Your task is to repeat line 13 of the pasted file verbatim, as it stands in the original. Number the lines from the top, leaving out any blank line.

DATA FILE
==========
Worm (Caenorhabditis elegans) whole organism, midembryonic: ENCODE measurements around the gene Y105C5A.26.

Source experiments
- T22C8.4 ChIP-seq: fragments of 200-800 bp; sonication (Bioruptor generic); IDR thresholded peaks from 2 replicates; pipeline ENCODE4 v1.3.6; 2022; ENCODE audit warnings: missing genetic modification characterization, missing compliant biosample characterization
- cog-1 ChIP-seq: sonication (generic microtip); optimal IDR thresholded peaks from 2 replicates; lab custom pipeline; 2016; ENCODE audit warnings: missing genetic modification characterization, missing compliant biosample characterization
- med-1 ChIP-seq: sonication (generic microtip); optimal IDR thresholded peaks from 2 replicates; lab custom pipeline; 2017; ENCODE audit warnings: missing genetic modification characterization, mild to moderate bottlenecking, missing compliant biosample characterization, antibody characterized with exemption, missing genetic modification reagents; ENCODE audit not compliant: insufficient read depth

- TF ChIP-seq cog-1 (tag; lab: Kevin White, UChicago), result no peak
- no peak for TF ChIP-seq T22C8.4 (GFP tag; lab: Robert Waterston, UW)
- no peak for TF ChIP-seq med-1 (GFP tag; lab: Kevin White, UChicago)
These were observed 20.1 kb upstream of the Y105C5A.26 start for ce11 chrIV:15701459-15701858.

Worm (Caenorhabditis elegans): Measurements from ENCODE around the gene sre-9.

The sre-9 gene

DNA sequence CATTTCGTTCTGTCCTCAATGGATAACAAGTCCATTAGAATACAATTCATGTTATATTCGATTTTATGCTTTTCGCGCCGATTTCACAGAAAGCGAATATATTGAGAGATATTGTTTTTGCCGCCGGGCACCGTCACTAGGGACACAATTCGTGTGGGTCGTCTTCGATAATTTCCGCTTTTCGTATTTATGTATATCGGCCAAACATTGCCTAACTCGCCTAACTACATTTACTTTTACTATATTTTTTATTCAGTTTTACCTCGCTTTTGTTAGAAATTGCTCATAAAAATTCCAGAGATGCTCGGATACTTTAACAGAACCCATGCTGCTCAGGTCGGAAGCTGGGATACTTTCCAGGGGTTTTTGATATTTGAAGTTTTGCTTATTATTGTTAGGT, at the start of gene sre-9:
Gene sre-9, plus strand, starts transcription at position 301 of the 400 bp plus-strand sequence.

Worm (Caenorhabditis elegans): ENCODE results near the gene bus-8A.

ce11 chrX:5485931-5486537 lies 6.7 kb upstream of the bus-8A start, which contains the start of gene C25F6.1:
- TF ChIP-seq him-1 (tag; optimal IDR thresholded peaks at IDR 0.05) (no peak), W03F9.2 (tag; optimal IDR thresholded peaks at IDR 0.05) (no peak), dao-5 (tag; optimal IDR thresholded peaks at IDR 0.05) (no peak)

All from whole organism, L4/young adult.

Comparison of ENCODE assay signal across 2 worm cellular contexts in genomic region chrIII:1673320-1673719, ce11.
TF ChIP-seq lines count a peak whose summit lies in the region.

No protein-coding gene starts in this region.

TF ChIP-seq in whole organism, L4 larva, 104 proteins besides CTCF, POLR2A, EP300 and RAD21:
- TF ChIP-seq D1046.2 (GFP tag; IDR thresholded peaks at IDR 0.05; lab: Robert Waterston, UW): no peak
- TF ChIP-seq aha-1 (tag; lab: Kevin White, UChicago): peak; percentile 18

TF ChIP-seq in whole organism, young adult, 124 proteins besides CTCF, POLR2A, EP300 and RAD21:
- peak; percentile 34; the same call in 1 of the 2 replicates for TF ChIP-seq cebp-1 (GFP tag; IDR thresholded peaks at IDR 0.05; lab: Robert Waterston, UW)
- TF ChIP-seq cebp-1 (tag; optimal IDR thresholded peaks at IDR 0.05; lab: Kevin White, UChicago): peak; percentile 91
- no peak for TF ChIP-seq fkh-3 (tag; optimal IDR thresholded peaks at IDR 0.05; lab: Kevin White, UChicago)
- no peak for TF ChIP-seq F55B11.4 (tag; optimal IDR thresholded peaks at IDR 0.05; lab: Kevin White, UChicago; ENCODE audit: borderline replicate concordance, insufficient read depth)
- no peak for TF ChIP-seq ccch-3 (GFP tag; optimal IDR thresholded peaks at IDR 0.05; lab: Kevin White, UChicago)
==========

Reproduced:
Gene sre-9, plus strand, starts transcription at position 301 of the 400 bp plus-strand sequence.